I don't know why he got angry.

But in fact, it's an informal style of saying:

I don't know the reason why he got angry.

Source: Michael Swan, Practical English Usage fourth edition, entry 274.2

See also

In this sentence, why is a relative adverb and why he got angry is a relative/an adjective clause modifying the word reason. Where, when, and why modify the verb, so they are relative adverbs, not relative pronouns:

  • That was the place. + We ate in that place. = That was (the place) where we ate. "In that place" is an adverb giving information about where it happened.
  • That was the time. + We met at that time. = That was (the time) when we met. "At that time" is an adverb giving information about when it happened.
  • That was the reason. + He got angry for that reason. = That was (the reason) why he got angry. "For that reason" is an adverb giving information about why it happened.
  • There are ongoing debates about the classification of words occupying unconventional slots as the result of deletions of various kinds, and associated usages (intransitive prepositions, for instance). John Lawler classes why here as a relative pronoun. Dec 24, 2023 at 14:04
  • I don't know what Swan's logic is but surely it's incorrect to call it an informal version of "I don't know the reason why he got angry." We find in Shakespeare's All's Well That Ends Well "But never hope to know why I should marry her." And he also uses "ask why". So if it's an informal/non-standard form, it's one that was in Shakespeare and has persisted over 400 years; at what point is such a thing elevated to correct grammar?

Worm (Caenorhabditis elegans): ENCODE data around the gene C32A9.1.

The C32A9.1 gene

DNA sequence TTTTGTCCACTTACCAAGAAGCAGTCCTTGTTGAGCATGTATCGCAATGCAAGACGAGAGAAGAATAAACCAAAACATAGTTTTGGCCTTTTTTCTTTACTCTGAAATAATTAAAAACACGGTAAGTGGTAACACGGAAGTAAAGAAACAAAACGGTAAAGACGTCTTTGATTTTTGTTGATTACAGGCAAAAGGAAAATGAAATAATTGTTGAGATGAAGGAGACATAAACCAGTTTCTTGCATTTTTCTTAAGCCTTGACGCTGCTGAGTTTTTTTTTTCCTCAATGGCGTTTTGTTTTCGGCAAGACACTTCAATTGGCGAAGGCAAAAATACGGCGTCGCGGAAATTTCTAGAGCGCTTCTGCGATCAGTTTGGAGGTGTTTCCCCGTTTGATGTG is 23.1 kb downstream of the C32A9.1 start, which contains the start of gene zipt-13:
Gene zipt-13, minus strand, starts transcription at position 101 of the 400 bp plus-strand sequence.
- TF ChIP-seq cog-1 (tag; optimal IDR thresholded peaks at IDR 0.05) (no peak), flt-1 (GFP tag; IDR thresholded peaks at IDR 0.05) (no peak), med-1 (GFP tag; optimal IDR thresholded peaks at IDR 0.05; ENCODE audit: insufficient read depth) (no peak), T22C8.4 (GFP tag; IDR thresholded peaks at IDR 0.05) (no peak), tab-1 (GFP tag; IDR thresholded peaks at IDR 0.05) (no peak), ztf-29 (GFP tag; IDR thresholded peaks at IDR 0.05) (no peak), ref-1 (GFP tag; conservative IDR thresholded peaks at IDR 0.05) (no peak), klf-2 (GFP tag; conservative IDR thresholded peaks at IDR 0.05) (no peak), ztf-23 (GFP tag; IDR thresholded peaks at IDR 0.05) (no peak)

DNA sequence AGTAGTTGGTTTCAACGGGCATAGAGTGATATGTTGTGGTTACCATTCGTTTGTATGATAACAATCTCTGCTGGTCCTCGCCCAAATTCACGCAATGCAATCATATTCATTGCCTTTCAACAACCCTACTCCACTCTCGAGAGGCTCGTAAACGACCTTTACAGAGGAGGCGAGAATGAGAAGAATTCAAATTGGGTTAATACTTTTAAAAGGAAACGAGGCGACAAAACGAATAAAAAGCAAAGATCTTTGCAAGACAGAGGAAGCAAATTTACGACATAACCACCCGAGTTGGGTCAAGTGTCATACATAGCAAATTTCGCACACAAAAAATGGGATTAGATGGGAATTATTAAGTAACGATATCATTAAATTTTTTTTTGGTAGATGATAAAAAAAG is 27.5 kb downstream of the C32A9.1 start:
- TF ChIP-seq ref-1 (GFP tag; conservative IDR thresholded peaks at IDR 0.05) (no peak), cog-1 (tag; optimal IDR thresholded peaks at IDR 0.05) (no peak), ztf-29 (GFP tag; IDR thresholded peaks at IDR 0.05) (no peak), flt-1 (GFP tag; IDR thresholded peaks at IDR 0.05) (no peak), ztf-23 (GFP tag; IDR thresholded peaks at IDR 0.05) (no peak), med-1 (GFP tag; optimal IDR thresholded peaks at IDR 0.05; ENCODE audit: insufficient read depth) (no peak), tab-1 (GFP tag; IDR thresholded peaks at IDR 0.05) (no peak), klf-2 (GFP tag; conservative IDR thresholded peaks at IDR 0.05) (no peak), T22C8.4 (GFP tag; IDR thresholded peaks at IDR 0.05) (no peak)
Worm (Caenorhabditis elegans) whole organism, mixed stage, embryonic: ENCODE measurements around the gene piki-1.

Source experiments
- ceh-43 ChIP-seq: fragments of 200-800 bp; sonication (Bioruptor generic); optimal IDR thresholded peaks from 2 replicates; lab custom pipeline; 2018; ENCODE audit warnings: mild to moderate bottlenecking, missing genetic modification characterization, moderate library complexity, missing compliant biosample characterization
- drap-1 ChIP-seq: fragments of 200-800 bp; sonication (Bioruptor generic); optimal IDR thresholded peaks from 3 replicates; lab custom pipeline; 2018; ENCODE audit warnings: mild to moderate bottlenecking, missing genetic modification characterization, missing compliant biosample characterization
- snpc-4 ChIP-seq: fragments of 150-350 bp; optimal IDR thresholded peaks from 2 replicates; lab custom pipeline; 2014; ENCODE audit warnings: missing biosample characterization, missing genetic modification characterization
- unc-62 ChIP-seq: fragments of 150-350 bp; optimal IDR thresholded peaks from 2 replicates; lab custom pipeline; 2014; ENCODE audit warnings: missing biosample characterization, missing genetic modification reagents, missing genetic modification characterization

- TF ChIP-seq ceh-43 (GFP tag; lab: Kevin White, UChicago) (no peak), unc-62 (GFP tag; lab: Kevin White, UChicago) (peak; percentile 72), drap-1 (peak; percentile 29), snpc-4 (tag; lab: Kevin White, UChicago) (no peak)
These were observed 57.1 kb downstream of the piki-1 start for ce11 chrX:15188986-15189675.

– Stuart F
    Dec 24, 2023 at 14:16
  • '[W]hy is a rather special relative pronoun. Indeed, it's a pronoun that can only refer to one word: reason. Dec 24, 2023 at 14:37
  • @EdwinAshworth: "John Lawler classes why here as a relative pronoun." I wonder what noun it replaces. It makes sense to call it an adverb as it replaces the adverb "for that reason" or "hence", which modifies the verb.
    – Mori
    Dec 24, 2023 at 14:43
  • @EdwinAshworth: "it's a pronoun that can only refer to one word: reason" A noun and pronoun that are used together!? As far as I know, a pronoun replaces a noun to avoid repetitiveness.
    – Mori
    Dec 24, 2023 at 14:56